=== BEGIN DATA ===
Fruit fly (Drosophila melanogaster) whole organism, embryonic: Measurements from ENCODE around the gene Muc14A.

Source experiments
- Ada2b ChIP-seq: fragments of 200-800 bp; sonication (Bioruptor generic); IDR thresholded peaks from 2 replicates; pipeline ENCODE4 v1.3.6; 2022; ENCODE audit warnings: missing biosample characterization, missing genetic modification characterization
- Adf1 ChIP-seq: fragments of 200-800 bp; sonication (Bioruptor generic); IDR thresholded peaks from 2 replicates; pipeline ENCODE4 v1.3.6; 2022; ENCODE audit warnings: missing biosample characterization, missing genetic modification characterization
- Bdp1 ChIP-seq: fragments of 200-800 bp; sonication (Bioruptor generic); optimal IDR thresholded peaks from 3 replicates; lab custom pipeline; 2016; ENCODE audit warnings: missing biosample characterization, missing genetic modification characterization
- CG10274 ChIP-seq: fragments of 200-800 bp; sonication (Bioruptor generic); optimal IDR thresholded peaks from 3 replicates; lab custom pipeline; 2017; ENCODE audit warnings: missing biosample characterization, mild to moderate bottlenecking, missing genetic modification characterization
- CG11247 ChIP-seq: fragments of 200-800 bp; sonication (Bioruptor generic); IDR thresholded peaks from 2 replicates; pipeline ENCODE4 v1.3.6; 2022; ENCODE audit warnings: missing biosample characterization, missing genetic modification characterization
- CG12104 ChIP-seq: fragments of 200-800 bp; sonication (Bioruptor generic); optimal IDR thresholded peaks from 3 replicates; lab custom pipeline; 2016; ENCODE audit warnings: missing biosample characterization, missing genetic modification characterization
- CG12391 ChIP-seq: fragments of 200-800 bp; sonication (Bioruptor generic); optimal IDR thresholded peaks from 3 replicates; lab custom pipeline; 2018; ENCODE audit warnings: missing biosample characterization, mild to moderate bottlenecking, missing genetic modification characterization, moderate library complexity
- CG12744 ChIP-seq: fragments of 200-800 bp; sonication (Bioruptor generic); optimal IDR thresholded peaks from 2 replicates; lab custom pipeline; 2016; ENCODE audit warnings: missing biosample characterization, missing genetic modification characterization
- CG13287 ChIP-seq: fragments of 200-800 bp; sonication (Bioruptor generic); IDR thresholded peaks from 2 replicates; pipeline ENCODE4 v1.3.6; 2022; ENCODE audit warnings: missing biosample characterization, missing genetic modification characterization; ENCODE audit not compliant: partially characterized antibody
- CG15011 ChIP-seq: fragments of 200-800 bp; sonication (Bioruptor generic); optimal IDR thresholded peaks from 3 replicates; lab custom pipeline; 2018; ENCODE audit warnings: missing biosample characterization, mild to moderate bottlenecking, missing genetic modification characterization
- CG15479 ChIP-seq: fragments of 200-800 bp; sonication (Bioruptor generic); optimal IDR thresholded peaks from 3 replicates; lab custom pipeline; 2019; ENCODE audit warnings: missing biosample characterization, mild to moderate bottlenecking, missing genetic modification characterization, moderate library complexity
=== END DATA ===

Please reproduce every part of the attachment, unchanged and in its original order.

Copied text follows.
Fruit fly (Drosophila melanogaster) whole organism, embryonic: Measurements from ENCODE around the gene Muc14A.

Source experiments
- Ada2b ChIP-seq: fragments of 200-800 bp; sonication (Bioruptor generic); IDR thresholded peaks from 2 replicates; pipeline ENCODE4 v1.3.6; 2022; ENCODE audit warnings: missing biosample characterization, missing genetic modification characterization
- Adf1 ChIP-seq: fragments of 200-800 bp; sonication (Bioruptor generic); IDR thresholded peaks from 2 replicates; pipeline ENCODE4 v1.3.6; 2022; ENCODE audit warnings: missing biosample characterization, missing genetic modification characterization
- Bdp1 ChIP-seq: fragments of 200-800 bp; sonication (Bioruptor generic); optimal IDR thresholded peaks from 3 replicates; lab custom pipeline; 2016; ENCODE audit warnings: missing biosample characterization, missing genetic modification characterization
- CG10274 ChIP-seq: fragments of 200-800 bp; sonication (Bioruptor generic); optimal IDR thresholded peaks from 3 replicates; lab custom pipeline; 2017; ENCODE audit warnings: missing biosample characterization, mild to moderate bottlenecking, missing genetic modification characterization
- CG11247 ChIP-seq: fragments of 200-800 bp; sonication (Bioruptor generic); IDR thresholded peaks from 2 replicates; pipeline ENCODE4 v1.3.6; 2022; ENCODE audit warnings: missing biosample characterization, missing genetic modification characterization
- CG12104 ChIP-seq: fragments of 200-800 bp; sonication (Bioruptor generic); optimal IDR thresholded peaks from 3 replicates; lab custom pipeline; 2016; ENCODE audit warnings: missing biosample characterization, missing genetic modification characterization
- CG12391 ChIP-seq: fragments of 200-800 bp; sonication (Bioruptor generic); optimal IDR thresholded peaks from 3 replicates; lab custom pipeline; 2018; ENCODE audit warnings: missing biosample characterization, mild to moderate bottlenecking, missing genetic modification characterization, moderate library complexity
- CG12744 ChIP-seq: fragments of 200-800 bp; sonication (Bioruptor generic); optimal IDR thresholded peaks from 2 replicates; lab custom pipeline; 2016; ENCODE audit warnings: missing biosample characterization, missing genetic modification characterization
- CG13287 ChIP-seq: fragments of 200-800 bp; sonication (Bioruptor generic); IDR thresholded peaks from 2 replicates; pipeline ENCODE4 v1.3.6; 2022; ENCODE audit warnings: missing biosample characterization, missing genetic modification characterization; ENCODE audit not compliant: partially characterized antibody
- CG15011 ChIP-seq: fragments of 200-800 bp; sonication (Bioruptor generic); optimal IDR thresholded peaks from 3 replicates; lab custom pipeline; 2018; ENCODE audit warnings: missing biosample characterization, mild to moderate bottlenecking, missing genetic modification characterization
- CG15479 ChIP-seq: fragments of 200-800 bp; sonication (Bioruptor generic); optimal IDR thresholded peaks from 3 replicates; lab custom pipeline; 2019; ENCODE audit warnings: missing biosample characterization, mild to moderate bottlenecking, missing genetic modification characterization, moderate library complexity